Richmond Federal Reserve Bank President Jeffrey Lacker said on Thursday (Dec. 21) U.S. growth should pick up gradually next year and warned the main threat to this benign outlook was higher inflation, according to a Reuters report.
“The risk that core inflation surges again, or does not subside as desired, clearly remains the predominant macroeconomic policy risk,” he told the Charlotte Chamber of Commerce in a lunchtime speech.
Lacker has dissented in the last four policy meetings of the U.S. central bank’s policy-setting committee, voting against its decision to leave interest rates on hold at 5.25 percent. He preferred another quarter point hike to keep price pressures at bay.
Lacker is not a voter in 2007, but remains hawkish.
“Many forecasters have been saying core inflation will moderate in the near term, and this would be desirable. But such a moderation is not yet evident, despite the two most recent CPI (consumer price index) reports,” Lacker said.
Core inflation, which strips out volatile food and energy prices, was unchanged in November but advanced at a 2.6% pace compared with the same month in 2005.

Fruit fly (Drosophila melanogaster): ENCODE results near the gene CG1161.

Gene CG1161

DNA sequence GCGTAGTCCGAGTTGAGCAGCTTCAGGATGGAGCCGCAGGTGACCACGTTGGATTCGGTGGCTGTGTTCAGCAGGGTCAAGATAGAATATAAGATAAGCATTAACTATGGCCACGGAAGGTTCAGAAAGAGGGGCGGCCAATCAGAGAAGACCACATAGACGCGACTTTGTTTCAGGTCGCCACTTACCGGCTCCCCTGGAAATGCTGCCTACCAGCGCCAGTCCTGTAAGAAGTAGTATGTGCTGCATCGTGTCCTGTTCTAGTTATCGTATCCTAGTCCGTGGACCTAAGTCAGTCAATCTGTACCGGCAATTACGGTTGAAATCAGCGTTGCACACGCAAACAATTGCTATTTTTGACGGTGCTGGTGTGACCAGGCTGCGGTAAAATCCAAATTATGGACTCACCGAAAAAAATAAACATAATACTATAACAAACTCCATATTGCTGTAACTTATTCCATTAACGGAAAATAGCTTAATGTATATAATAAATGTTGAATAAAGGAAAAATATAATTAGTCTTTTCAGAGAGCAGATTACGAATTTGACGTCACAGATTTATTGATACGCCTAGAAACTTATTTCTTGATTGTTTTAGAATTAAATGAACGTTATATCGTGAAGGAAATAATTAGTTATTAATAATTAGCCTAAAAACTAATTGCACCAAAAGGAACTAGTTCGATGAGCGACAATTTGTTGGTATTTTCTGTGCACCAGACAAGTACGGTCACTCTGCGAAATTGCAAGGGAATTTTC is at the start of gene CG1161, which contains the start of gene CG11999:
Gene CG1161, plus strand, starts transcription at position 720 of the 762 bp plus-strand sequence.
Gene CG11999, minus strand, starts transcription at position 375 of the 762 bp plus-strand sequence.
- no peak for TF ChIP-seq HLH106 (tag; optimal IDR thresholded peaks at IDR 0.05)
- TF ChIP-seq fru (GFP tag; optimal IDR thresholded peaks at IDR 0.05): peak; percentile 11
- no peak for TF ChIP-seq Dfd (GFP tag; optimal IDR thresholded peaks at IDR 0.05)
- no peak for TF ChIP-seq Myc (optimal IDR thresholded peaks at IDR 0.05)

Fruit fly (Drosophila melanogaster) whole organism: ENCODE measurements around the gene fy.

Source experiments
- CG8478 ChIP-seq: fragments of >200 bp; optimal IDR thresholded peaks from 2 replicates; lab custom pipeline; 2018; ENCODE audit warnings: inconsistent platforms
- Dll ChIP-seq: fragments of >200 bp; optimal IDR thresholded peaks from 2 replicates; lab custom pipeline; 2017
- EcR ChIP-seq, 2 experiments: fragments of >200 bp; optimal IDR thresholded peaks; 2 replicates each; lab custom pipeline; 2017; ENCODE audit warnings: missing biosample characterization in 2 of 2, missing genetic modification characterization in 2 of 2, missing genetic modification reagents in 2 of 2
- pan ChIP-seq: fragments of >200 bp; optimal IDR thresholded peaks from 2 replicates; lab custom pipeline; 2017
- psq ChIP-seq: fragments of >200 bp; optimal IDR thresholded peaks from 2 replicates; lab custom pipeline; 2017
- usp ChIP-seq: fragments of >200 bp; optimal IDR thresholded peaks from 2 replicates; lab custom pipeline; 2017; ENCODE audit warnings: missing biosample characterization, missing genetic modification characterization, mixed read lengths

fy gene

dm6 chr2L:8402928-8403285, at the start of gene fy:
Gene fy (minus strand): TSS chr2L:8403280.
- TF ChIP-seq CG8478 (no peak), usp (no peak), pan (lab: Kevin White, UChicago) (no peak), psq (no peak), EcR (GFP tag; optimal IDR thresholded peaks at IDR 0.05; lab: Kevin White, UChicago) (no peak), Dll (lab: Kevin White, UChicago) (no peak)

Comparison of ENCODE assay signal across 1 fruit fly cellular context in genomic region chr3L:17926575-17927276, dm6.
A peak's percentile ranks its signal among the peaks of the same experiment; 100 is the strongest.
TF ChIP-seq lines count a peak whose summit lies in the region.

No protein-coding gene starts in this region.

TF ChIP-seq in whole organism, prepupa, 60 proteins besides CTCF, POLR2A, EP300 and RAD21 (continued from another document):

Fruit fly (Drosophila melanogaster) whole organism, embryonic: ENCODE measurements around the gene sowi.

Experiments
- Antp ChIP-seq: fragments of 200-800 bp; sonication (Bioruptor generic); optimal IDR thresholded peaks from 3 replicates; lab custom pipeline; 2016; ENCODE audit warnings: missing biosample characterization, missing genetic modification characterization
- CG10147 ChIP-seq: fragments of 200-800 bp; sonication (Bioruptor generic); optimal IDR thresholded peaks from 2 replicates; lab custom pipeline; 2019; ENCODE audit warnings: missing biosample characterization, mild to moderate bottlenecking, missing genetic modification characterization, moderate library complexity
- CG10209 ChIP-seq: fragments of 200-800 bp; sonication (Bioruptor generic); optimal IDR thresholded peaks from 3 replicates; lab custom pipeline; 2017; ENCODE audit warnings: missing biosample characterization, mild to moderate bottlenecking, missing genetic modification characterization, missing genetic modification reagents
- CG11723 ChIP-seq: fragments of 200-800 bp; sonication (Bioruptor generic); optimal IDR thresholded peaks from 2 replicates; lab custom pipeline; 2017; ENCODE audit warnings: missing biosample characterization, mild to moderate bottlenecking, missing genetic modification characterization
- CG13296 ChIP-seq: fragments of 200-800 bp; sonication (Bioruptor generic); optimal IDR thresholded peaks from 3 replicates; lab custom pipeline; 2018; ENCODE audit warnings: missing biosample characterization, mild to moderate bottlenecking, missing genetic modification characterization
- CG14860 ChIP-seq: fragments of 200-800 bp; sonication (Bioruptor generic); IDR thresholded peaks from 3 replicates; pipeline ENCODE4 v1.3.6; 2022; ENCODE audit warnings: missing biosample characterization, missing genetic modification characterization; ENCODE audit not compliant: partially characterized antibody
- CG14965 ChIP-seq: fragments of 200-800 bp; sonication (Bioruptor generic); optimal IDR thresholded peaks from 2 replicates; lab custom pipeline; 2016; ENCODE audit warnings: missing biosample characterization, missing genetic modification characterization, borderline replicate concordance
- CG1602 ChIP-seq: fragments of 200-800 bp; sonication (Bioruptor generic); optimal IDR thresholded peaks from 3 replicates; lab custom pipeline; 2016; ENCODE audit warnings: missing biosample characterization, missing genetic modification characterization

“The longer core inflation persists above 2%, the greater the danger of inflation becoming entrenched at too high a rate,” Lacker said, referring to the core PCE (personal consumption expenditures index), the Fed’s preferred measure of prices.
He forecast growth picking up slowly next year as the drag from the cooler housing market fades, provided it does not weaken again. He said growth should rise to around 3% by the end of 2007 and average between 2.5% and 2.75% over the year as a whole.
In any case, strength from consumer spending should offset the impact of slower housing and fears of a downturn in overall growth seem misplaced, he said.
“The weakness in housing will continue to be a drag on overall economic activity, into the first half of next year… But I seriously doubt it will be enough of a drag to tip the economy into recession,” Lacker said.